But at least for me, there is a HUGE value in the whole concept of publishing apps rather than desktops, specially for the security-minded. I will accept, of course, that this could be mitigated using the double-hop ICA Passthrough design, which I also like a lot....
To sum it up:
1) WinCE: Great for single-task (or single-app) users, double-hop deployments, or TS-only environments
2) XPe: Better option for multi-task, Citrix Presentation Server Environments, and multimedia needs.
3) Linux: Check with your customer. If their end users are able to cope with the GUI differences, go for it. (In my experience, customers tend to favor the Windows GUI...)

Now, about dropping management tools altogether: I agree with Brian that you shouldn't need to configure/upgrade the thin clients... but what happens IF you do? Can you be 100% sure that in the next 7-10 years (which is the time I expect the TC to be working) I will NEVER EVER need to touch the TCs configuration or upgrade its firmware?

I wouldn't bet on that, but that is just my opinion...

We can agree to disagree :-)
I would argue if you aren't treating your published apps like publsihed desktops, your not secure at all.
I have clients with plenty of thin client devices with firmware from 1998. (CE 2.12) Seriously, what would you ever need to change on them?
Will this solution work from locations that use just a dsl, cable, or dialup connection from outside of your network? Like a community based home that uses a thin client for accessing a single application. Simplicity is key, they only need to open and print from this application (no smartcards, scanners, ect..). Our locations are spread up to 12 hours away from our central office so you can imagine that the idea of this solution is worth the dumb question.
As an addon to the above question regarding geographically deployed cheap thin clients has anyone had experience with a Xincom twin WAN router? Ordered a test unit but supposedly does inbound/outbound load balancing and failover for anything from DSL to DS3. Thinking of deploying this as a branch office connectivity solution for a customer with about 200 different sites all over the country. Kinda gets back to that "Are we really going to touch it once..." question.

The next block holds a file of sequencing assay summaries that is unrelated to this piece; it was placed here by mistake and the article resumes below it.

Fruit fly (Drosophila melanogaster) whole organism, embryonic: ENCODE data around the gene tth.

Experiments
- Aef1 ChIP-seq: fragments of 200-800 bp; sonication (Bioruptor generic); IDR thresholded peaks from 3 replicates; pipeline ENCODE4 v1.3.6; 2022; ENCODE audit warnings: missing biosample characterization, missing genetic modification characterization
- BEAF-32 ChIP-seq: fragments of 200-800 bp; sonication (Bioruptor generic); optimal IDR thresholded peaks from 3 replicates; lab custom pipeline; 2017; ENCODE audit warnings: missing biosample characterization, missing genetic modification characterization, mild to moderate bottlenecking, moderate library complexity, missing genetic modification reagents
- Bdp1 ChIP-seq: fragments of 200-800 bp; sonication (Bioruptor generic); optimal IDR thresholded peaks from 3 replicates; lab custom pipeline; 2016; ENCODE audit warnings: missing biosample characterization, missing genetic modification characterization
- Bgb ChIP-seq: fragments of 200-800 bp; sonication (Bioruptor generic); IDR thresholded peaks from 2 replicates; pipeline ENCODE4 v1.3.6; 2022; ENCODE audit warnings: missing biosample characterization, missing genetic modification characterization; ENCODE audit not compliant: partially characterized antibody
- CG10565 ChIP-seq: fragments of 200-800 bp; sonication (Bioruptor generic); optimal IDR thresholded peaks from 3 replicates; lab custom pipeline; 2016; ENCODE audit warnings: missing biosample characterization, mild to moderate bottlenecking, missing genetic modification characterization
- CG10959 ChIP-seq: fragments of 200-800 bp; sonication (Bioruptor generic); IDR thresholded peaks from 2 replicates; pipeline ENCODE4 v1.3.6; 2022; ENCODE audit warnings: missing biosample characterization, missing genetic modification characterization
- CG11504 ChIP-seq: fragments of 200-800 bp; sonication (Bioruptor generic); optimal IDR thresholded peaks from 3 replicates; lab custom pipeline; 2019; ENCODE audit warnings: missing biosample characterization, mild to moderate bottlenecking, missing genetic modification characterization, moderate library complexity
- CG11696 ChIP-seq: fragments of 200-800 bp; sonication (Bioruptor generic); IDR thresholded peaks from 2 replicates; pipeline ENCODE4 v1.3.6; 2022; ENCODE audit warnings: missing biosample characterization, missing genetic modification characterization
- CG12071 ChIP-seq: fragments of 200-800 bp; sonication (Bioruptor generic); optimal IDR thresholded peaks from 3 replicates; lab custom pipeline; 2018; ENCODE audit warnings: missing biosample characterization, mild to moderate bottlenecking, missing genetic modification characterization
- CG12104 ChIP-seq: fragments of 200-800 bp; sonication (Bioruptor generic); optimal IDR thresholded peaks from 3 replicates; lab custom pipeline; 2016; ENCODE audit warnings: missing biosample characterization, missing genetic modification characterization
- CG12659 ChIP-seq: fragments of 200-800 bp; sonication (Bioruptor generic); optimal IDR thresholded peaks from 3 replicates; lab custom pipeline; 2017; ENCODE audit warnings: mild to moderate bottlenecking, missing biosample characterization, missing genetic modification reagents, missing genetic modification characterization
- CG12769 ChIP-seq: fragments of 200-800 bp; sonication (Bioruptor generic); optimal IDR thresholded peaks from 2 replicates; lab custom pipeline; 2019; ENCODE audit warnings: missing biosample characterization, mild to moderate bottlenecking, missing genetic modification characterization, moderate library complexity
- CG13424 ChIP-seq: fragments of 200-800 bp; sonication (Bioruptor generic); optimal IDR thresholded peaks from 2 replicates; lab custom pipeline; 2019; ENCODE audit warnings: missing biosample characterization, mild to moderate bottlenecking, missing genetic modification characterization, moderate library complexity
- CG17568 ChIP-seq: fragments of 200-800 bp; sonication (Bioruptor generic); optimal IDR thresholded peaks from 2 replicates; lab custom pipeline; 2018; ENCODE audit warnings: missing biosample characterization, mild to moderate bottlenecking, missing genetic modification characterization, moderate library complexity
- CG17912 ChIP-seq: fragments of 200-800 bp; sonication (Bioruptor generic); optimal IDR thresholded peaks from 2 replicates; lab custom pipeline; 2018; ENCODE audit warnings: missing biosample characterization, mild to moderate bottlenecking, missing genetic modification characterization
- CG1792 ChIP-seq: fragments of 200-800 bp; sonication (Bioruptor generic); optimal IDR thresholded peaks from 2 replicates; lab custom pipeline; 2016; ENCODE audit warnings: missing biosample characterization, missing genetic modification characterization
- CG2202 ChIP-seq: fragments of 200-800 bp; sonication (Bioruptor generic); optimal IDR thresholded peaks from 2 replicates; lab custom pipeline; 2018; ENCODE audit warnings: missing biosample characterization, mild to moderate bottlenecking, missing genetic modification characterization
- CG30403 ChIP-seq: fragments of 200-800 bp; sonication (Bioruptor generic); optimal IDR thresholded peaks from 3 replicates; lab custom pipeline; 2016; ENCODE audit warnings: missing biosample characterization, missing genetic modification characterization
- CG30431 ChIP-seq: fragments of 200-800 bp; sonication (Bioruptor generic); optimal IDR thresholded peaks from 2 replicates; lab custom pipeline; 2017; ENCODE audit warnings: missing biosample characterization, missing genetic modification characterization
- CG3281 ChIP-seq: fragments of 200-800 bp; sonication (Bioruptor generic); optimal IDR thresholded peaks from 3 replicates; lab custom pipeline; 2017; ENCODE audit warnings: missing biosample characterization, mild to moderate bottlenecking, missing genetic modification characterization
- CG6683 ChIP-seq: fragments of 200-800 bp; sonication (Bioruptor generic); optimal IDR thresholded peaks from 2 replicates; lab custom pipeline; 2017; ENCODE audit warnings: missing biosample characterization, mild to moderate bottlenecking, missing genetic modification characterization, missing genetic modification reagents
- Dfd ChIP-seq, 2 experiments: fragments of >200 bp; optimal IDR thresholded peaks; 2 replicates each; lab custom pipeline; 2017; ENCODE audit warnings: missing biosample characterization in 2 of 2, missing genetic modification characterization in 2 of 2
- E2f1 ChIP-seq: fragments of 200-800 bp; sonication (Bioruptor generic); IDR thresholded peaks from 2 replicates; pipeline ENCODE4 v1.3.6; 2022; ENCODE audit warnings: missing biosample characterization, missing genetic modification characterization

Mike B.
Sun's Sun Ray Ultra Thin Client, managed centrally by a Solaris or Linux server, fits Brian's scenario perfectly. Well, OK, they're a tad more tha $15 but aside from that, about 90% of the issues raised are addressed by the software. I'll take just one as an example: "upgrading the desktop". As Brian points out, there should be no need to do this. HOWEVER, at times a supplier may add useful new features to desktop firmware as Sun did with the recent 3.1 release of the Sun Ray software. With Sun Ray, you install the new firmware on the servers and the desktops pick it up automatically the next time they re-negotiate the DHCP lease. How simple is that? The user is interrupted for less time than a coffee break, the server side restarts whatever Windows connectivity software you are running, Citirix client for example, and you get you Windows desktop back with the insertion point sitting at the last character you typed!

You really need to take a SERIOUS look at Sun Ray.

RE: Use a PC with Linux

Posted by habeekm on 06 June 2005
I agree Thin clients are to expensive.
As an alternative you can use your old PC's, get rid of the HD and make a PXE boot image (realy like thinstation.sourceforge.net). Now you can centraly manage it and use your old hardware. Make an boot image to start the desktop and users think they work on a pc again :)

PXE makes sense. a year ago we started converting our network of 50 old desktops (mixed with processors ranging from pentium-200, celeron 266 to p3-866Mhz) because we have to implement a new custom database software that can only run from at least a windows xp o.s. we bought this half-length pci go_diskless cards from www.x-novation.com. its configured to take control upon detect from bootup so even w the cmos battery is dead it does nothing to the system. the rest i just followed what thinstation.sourceforge.net had instructed. had a window2003 server with terminal server, configured the built-in dhcp in the tftp utility. i had 2 partitions in the server. the primary containing windows2003 which i data protected using a recovery card bought from the same company so that in case of corruption, viruses, etc all i do is reset the server and everything in my primary partition is back to normal. this mean users can still customize their desktops and will retain them as long as the server is on. but once the server is reset everything goes back to the last backup state.  the second partition contains all the user data.